For example, how do you measure the impact of due diligence research that helped your organization narrowly miss partnering with disaster? 10 hours of research that, essentially, you have nothing to show for.
How do you track a day of research that finds that, yes, the donor prospect is capable of a major donation – they just have negative interest in or no connection to your cause.
It’s a lot easier to measure what’s easiest to track. Like:
- The number of new prospects identified.
- The number of reports written.
- The number of screening prospects qualified.
Basic math. 1+1+1+…
Back in the day, those things were enough.
(Those things were never enough. We just weren’t grown up yet as a profession to know that they weren’t enough. We didn’t know how to set the proper expectations for ourselves. And those things were just easiest for us to track in our less-sophisticated databases, so that’s what we did.)
Also, I’m not saying that those things shouldn’t be tracked, I’m just saying that they’re the baseline. Things of interest. Not things to base the measurement of our department’s impact on.
And here is where I send out a big thank you to the very interesting (and much too short!) panel discussion on KPIs at the RiF conference this week for sharing their knowledge, ideas, and getting me thinking about this. The panel featured moderator Chris Davis (Birkbeck College) and panelists Hannah Clarke (UCL), Nidhi Fisher (Science Museum), and Ed Raichura-Brown (Marble Prospects) who each brought thought-provoking insight to this important topic.
The panel was called “Measuring and Showcasing the Impact of Prospect Research” and, naturally, KPIs factored in heavily in the discussion.
Things to consider in establishing KPIs
So, okay, if it’s hard to measure some things that may be important (but we’re not sure how important), and too easy to track other things that are just …things to count, what do we measure?
One important observation that came up in the panel discussion that we all agree on is that, in order for prospect development to have true impact, we have to set our goals according to the big picture.
What are the targets that the entire fundraising department has to meet?
What are the goals that each fundraiser has to meet? What about the unit? Department? Entire institution?
Once we’ve identified those larger goals, we can start thinking about the KPIs that we then need to set for ourselves…and then some.
Measuring the best of our energies and skills
Wildly plagiarizing from John F. Kennedy here:
We choose [the KPIs to measure our impact] not because they are easy, but because they are hard, because that goal will serve to organize and measure the best of our energies and skills.”
For example, let’s say it’s determined that we need to identify 100 new donors at the principal gift level for a new initiative or campaign. Fine. That’s easy enough to measure – you do the project and afterwards you download a list showing the 100 folks who weren’t previously identified or assigned who now qualify as principal gift donors. But what about:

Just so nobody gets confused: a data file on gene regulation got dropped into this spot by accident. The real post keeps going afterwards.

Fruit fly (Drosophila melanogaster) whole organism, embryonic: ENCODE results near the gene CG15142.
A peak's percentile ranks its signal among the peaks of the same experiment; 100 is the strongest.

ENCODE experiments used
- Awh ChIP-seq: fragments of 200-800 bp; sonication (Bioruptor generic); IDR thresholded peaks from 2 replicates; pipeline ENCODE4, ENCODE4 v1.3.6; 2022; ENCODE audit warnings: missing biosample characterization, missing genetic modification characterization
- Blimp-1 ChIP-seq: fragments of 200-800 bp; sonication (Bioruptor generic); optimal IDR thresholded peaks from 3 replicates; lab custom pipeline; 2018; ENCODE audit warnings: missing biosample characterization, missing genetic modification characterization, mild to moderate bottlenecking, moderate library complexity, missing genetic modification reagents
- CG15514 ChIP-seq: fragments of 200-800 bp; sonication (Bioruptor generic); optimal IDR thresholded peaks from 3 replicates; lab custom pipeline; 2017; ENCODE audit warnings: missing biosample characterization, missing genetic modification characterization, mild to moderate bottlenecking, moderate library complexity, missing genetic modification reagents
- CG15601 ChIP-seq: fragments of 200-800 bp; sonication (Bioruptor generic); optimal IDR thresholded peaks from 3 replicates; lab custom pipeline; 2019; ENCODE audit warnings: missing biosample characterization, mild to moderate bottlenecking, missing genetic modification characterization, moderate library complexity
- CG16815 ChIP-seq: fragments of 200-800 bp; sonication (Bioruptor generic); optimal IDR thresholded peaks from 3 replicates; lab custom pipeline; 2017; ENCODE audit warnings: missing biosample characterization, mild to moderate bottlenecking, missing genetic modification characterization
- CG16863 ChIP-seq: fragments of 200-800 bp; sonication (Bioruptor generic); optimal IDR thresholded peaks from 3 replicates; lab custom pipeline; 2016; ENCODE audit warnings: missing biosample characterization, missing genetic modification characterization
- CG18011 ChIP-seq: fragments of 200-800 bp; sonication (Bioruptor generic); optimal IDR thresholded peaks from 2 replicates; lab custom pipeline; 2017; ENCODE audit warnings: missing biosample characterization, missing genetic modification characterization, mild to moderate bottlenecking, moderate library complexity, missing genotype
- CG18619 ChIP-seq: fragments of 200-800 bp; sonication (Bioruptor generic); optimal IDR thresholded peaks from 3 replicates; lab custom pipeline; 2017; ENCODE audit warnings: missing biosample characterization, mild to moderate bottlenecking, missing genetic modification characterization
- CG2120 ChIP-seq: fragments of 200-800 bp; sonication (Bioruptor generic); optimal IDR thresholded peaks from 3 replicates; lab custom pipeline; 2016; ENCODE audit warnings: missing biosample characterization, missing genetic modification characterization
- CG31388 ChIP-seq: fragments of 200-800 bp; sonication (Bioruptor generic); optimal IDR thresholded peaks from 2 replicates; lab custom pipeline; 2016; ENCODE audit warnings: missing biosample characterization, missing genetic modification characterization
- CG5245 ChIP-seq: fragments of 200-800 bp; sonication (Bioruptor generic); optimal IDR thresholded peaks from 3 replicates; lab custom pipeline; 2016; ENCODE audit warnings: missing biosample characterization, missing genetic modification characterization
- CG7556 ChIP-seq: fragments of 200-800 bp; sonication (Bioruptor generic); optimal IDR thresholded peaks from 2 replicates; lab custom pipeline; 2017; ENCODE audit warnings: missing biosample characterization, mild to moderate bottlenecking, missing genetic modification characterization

- Who found them?
- When were they found?
- Was there a specific resource that was used to find them? (Were they found through one person’s initiative or a wealth screening, for example).
- And, most importantly, did that constituent actually go on to make a principal gift? Which fundraiser was responsible for the ask?
- If they didn’t give, what was the stated reason? If they did give, how long did it take?
- If fundraisers and prospect researchers are paired, at the end of the year or campaign, which teams proved most effective at converting new prospects to donors? Why?
These are the kinds of questions that lead to setting KPIs that help us measure impact. Because we can now draw a line between the person who identified that prospect right through to the fundraiser who made the ask to the principal gift that came in.
- We learn that Jane Researcher identified 30% of the successful new prospects – what was her secret sauce? You can bet we should do that again.
- We see that when Jane’s identified prospects were given to Fran Fundraiser, 90% of the time a gift came in, so they clearly make a great team. (why? What’s the secret to their success? Can we now replicate that with other teams?)
- What about the prospects that didn’t go on to make a gift? Can we look into why not so we can specifically not do that again?
Maybe you have other questions you need to have answered
Maybe your fundraising goals are tied not to finding and engaging new donors, but to retaining and upgrading current donors.
What KPIs would be important to consider to make that goal successful? What KPIs from Major Gifts, Prospect Research, Stewardship, Donor Relations, Communications, and more would all tie into it?
And that’s really it, right? All of the group moving together toward the goal, considering the questions: what do we need to monitor in order to inform us that we’re on the right (or wrong) track? Or that we were successful (or not, or could have done better, or…) when we’re done?
Because those are the KPIs that you need to set. Not just the easy things. And if the KPIs you’re currently tracking aren’t getting you to the goal, why are you still wasting the time it takes to input them?
And what about those really hard things? Or things that lead nowhere? Or that tell you inconvenient truths?
What about the projects that expended energy with (seemingly) no result? The due diligence report that took 3 days with the decision not to move forward? Should you bother to track that?
In soccer, tracking saves is just as important as tracking goals, right? It’s no different in fundraising.
The hard things can tell you where you’re most effective.